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Thread: All Slavic languages: brooding

  1. #21
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    Re: All Slavic languages: brooding

    Indeed so, there is another Russian word for hen: 'клуша' (klusha).
    Many thanks – this is most interesting; incidentally, according to the Oxford dictionary it actually means ‘broody hen’.
    Wouldn't 'клу́шка' be the diminutive of 'клуша'? If so, this would be very close to the Turkish word I mention. But is/was it ever used?

  2. #22
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    Re: All Slavic languages: brooding

    Klochka in Bulgarian means broody hen. Seems similar to the Turkish word.

  3. #23
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    Re: All Slavic languages: brooding

    Klochka in Bulgarian means broody hen. Seems similar to the Turkish word.
    Thank you very much - how do you write it in Bulgarian, please? Where is the stress?

    I think that кло́чка, if кло́чка it be, must correspond linguistically exactly to клу́шка - do you agree?
    Last edited by seitt; 14th November 2013 at 9:19 AM.

  4. #24
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    Re: All Slavic languages: brooding

    Quote Originally Posted by seitt View Post
    Thank you very much - how do you write it in Bulgarian, please? Where is the stress?
    The stress falls onto the first syllable (i.e. кло̀чка).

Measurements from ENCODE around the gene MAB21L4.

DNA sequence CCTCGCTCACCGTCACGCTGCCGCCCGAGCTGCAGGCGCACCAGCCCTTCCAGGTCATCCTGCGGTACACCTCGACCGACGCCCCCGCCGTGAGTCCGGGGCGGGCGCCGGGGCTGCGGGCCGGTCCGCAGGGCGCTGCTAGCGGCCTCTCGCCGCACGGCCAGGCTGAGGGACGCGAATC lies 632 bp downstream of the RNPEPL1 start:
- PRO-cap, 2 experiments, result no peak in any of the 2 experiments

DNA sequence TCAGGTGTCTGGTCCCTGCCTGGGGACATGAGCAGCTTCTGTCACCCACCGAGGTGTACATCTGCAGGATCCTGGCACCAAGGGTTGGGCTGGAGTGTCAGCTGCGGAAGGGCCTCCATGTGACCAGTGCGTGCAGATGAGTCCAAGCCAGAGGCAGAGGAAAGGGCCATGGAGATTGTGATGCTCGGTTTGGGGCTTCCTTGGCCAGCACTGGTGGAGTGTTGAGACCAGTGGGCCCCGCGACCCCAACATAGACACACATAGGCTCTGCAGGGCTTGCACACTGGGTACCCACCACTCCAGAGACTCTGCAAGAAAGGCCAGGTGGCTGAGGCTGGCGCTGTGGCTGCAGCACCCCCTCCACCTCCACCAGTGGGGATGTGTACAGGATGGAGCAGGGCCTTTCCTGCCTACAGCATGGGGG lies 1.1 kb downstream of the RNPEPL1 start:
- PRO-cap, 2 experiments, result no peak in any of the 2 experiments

Quote Originally Posted by seitt View Post
    I think that кло́чка, if кло́чка it be, must correspond linguistically exactly to клу́шка - do you agree?
    The exact equivalent would be клу̀ша—although it is seldom used.
    Actually, I think most or all of these are just onomatopœiae derived from кло̀к(ам), кльо̀к(ам), кло̀ч(а), клу̀ч(а), ква̀к(ам), ква̀ч(а), кло̀п(ам) and so on, much like the English words quack, cluck, cackle, gaggle, gabble, etc.

  5. #25
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    Re: All Slavic languages: brooding

    In BCS, 'broody hen' is only kvočka (there are possibly regional terms, but this is the only one widely used). Kokoš or kokoška is a hen generally.

  6. #26
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    Re: All Slavic languages: brooding

    Quote Originally Posted by seitt View Post
    Many thanks – this is most interesting; incidentally, according to the Oxford dictionary it actually means ‘broody hen’.
    Wouldn't 'клу́шка' be the diminutive of 'клуша'? If so, this would be very close to the Turkish word I mention. But is/was it ever used?
    Precisely, клушка is the diminitive of клуша. I have no idea how often or seldom it is used amidst farmers, but in a colloquial speech I heard клуша denoting figuratively a silly or narrow-minded woman, but then it would be a kind of offensive word, of course.

  7. #27
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    Re: All Slavic languages: brooding

    Quote Originally Posted by Duya View Post
    In BCS, 'broody hen' is only kvočka (there are possibly regional terms, but this is the only one widely used). Kokoš or kokoška is a hen generally.
    In Polish we also have the word kokoszka (a deminutive of kokosz) meaning hen, but it occurs only in some poems for children based on folklore.

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